Charles Dharapak, Associated Press
DETROIT — General Motors plans to launch a program to compensate crash victims or families affected by an ignition switch problem that is linked to at least 13 deaths in crashes of older GM cars.
The company said it expects the program will start accepting claims Aug. 1, but didn't specify how much money will be involved. Guidelines and other details will be developed in the coming weeks by compensation expert Kenneth Feinberg, GM said.
GM has recalled 2.6 million older small cars to repair the ignition switches. A report issued Thursday said it took GM more than a decade to issue the recall partly because employees improperly viewed the switch defect as a "customer satisfaction" issue instead of a safety problem.
GM announced the hiring of Feinberg in April. He previously handled the Sept. 11 Victim Compensation Fund as well as funds for victims of the Boston Marathon bombing and the BP oil spill.
Feinberg told The Associated Press that the timeline means "I have my work cut out for me." During the next few weeks, he said he'll speak with plaintiff's lawyers, lawmakers, public interest groups and GM officials.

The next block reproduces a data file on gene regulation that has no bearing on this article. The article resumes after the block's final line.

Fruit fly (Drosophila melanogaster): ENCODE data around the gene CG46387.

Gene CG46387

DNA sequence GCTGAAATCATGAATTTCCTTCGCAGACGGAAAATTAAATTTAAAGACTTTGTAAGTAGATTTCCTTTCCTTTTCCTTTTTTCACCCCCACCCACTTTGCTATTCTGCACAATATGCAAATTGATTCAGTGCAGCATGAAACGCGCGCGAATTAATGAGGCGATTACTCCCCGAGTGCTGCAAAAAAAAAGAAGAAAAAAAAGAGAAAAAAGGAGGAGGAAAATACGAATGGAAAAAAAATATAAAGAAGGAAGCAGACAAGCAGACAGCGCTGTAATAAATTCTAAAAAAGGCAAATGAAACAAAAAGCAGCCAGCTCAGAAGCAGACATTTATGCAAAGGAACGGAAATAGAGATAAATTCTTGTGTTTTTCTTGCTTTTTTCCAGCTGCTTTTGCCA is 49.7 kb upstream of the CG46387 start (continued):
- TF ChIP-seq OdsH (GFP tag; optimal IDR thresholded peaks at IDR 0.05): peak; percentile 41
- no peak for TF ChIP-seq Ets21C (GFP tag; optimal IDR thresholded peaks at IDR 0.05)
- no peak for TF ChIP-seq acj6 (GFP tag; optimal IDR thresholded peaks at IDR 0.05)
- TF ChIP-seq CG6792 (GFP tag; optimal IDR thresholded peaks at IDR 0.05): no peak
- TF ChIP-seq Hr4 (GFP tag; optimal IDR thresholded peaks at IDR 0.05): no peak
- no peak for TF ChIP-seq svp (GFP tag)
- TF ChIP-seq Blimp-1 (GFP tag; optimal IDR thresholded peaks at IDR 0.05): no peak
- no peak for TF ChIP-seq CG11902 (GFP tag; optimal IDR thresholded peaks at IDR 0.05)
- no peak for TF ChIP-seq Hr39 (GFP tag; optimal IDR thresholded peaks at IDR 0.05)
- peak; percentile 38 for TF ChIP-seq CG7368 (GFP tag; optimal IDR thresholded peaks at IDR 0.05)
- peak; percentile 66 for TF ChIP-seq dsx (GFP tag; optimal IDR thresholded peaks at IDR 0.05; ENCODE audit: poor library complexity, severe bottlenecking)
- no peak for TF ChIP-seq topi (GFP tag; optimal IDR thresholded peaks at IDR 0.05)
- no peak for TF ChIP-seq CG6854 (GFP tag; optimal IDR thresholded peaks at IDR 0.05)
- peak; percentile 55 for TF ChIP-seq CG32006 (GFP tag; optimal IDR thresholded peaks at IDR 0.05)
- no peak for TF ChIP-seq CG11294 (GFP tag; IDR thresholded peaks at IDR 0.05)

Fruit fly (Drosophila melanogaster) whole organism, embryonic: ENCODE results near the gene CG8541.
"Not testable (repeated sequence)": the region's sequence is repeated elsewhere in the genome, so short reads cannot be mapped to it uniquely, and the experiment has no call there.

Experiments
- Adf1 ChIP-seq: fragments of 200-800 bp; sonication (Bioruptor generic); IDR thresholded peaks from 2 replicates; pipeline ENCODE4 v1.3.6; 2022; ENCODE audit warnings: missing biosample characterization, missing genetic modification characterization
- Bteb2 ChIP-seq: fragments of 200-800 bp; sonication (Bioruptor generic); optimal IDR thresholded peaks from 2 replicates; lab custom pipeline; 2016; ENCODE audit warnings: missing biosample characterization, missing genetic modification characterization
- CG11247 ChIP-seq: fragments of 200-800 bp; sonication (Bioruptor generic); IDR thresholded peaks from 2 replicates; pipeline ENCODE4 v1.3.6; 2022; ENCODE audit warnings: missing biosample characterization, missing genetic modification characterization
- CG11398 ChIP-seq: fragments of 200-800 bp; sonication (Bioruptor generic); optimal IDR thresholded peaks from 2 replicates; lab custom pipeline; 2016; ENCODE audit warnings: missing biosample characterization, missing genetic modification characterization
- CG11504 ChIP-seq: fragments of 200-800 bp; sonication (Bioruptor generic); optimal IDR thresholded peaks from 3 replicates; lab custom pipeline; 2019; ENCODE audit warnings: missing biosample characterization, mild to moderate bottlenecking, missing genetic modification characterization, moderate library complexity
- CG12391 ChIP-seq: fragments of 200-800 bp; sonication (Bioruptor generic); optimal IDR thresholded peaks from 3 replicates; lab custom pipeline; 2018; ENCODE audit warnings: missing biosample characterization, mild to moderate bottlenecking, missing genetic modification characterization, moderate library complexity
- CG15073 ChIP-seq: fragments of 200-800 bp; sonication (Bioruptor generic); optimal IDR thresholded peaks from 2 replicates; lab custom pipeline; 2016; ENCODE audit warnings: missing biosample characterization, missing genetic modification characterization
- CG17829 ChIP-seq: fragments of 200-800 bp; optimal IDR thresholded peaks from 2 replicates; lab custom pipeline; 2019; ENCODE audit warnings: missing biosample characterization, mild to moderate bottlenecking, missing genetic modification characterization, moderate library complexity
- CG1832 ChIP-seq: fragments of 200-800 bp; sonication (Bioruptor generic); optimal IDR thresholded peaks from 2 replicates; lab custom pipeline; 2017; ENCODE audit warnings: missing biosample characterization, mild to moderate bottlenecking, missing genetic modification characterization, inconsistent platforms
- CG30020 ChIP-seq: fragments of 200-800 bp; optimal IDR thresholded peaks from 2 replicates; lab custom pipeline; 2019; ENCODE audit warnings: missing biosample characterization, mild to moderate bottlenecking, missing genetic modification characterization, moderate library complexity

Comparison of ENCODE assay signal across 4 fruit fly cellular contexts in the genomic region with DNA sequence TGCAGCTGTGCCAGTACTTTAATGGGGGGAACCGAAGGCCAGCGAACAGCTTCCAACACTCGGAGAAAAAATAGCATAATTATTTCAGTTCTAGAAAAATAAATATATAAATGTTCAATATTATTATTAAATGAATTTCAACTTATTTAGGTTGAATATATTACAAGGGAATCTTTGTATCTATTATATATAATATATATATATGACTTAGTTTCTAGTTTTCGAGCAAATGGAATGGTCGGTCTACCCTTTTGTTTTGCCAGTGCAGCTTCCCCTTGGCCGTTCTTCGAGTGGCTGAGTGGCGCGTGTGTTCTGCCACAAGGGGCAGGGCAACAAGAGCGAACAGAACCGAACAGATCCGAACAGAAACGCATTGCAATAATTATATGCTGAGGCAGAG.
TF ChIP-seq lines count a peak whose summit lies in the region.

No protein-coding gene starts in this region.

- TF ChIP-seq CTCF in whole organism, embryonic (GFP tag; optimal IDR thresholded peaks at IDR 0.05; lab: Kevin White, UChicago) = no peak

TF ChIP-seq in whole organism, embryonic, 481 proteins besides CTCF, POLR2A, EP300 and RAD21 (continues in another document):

"I'll propose some ideas based on my experience that will form the basis for a ... compensation program," he said.
CEO Mary Barra said Thursday morning that the report by former U.S. Attorney Anton Valukas found a pattern of incompetency and neglect, but not a cover-up, at the heart of the Detroit automaker's long delay in dealing with the faulty switches.
Barra said the company would "do the right things for those who were harmed" and "everything in our power to make sure this never happens again."
The internal investigation and Barra's remarks don't deter Lance Cooper, a Georgia-based personal injury attorney who represents victims suing GM.
Cooper said in a statement that documents produced in one lawsuit show that GM opted not to fix the safety defects in cars "for cost reasons."
"This is why it is critical that the civil cases move forward so that the American public may learn the whole truth, not just the truth GM chooses to disclose," he said.
Feinberg said he's been focused on his task, not the investigation, so he can't comment on the latter's findings or how they might affect those suing GM.
"That's up to them — it's a voluntary program I'm establishing," he said. "The alternative is protracted litigation."
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